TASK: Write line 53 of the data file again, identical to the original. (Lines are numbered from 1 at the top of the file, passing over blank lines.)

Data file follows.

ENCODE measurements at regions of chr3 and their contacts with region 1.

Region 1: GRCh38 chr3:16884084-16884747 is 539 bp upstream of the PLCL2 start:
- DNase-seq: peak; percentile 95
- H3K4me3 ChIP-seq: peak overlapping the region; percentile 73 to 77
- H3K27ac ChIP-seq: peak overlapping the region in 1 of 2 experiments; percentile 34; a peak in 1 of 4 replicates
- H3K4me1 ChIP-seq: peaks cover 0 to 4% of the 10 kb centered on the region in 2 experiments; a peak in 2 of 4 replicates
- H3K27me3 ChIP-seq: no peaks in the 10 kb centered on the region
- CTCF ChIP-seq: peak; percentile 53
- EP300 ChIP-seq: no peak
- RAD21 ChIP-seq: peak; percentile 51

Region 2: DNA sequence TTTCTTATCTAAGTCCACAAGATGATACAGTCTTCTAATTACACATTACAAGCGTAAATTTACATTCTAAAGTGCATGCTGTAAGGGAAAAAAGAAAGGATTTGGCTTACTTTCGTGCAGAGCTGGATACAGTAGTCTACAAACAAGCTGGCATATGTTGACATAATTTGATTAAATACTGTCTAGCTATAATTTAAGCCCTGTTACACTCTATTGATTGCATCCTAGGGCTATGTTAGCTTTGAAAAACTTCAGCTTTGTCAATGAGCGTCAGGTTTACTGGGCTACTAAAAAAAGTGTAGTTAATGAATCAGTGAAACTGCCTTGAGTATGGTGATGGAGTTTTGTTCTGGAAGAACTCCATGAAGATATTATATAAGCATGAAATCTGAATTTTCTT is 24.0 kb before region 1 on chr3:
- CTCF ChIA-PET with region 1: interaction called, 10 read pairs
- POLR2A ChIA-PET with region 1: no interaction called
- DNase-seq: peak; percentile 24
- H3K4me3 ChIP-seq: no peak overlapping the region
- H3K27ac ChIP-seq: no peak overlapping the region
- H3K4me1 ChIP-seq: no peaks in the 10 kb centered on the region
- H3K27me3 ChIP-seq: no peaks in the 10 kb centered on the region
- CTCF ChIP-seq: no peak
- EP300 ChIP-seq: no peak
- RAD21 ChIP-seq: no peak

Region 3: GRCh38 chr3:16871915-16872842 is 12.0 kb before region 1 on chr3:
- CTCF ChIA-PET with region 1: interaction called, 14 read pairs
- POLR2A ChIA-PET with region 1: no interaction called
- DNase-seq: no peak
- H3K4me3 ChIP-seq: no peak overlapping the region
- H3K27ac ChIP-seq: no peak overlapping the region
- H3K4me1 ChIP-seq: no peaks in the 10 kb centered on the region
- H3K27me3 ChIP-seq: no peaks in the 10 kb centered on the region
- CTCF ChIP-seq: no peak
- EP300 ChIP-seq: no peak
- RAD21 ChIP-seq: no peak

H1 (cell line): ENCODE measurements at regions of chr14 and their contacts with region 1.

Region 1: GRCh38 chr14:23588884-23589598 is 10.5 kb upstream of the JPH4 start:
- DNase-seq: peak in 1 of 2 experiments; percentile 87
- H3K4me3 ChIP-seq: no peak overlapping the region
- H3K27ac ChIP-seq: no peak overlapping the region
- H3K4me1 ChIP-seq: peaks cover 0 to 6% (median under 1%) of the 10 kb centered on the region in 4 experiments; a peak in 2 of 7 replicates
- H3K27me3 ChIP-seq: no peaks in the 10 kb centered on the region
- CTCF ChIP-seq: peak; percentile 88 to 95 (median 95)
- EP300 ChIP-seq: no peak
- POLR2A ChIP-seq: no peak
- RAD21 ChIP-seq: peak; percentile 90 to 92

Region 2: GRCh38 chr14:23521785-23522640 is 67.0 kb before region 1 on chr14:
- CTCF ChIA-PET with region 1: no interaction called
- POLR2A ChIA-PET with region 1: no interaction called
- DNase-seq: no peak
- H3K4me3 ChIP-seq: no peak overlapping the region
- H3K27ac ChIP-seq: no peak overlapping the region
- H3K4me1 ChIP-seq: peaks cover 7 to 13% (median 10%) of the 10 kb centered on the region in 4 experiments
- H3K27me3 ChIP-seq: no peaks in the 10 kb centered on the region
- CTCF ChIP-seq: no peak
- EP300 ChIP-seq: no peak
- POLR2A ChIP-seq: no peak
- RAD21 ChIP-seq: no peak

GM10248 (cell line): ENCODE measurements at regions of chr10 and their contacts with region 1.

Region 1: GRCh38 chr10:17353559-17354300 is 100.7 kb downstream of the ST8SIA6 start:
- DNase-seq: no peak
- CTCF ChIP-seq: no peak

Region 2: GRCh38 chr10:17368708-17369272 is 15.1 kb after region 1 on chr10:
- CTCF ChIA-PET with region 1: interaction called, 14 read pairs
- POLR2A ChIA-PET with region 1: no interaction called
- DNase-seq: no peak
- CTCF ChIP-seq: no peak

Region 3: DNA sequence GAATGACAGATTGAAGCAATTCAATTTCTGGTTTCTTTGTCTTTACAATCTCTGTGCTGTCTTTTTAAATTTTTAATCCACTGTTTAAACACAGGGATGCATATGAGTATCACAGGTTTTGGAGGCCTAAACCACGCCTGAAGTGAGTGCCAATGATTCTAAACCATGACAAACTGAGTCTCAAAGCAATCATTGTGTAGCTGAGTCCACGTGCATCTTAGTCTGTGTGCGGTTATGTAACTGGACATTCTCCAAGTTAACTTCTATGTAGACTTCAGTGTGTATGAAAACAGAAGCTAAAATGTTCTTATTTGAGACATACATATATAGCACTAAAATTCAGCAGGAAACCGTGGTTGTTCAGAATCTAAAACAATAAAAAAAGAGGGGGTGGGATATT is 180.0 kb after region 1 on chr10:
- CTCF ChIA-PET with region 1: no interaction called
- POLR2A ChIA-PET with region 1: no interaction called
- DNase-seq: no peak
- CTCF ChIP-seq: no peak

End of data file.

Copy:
- EP300 ChIP-seq: no peak